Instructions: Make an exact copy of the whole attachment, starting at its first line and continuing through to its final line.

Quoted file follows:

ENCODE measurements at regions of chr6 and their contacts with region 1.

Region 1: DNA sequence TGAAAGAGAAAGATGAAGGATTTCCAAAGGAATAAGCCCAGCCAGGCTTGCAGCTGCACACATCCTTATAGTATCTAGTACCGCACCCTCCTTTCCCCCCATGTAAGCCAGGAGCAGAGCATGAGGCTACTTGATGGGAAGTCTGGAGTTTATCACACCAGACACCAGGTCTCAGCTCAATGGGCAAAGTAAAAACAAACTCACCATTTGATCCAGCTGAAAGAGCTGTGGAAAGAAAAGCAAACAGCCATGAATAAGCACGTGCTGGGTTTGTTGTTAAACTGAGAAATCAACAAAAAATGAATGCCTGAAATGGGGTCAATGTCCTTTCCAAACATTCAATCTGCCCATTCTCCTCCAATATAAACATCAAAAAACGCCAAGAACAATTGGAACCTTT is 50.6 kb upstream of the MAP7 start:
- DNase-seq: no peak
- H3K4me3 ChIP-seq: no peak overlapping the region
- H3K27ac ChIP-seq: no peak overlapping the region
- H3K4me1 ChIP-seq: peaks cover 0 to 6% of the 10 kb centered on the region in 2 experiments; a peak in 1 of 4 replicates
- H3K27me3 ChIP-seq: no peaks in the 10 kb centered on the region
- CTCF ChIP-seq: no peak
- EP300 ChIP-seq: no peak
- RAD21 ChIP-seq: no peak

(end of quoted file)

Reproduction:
ENCODE measurements at regions of chr6 and their contacts with region 1.

Region 1: DNA sequence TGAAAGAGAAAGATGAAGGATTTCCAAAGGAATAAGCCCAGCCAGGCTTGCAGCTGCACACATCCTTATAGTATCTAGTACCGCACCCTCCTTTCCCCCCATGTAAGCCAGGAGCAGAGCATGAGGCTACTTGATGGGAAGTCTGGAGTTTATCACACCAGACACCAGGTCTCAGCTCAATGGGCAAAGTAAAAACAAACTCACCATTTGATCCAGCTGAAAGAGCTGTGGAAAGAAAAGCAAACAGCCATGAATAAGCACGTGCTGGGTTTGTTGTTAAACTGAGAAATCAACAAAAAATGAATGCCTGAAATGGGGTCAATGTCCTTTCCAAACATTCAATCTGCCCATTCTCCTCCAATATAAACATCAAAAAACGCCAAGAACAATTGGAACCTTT is 50.6 kb upstream of the MAP7 start:
- DNase-seq: no peak
- H3K4me3 ChIP-seq: no peak overlapping the region
- H3K27ac ChIP-seq: no peak overlapping the region
- H3K4me1 ChIP-seq: peaks cover 0 to 6% of the 10 kb centered on the region in 2 experiments; a peak in 1 of 4 replicates
- H3K27me3 ChIP-seq: no peaks in the 10 kb centered on the region
- CTCF ChIP-seq: no peak
- EP300 ChIP-seq: no peak
- RAD21 ChIP-seq: no peak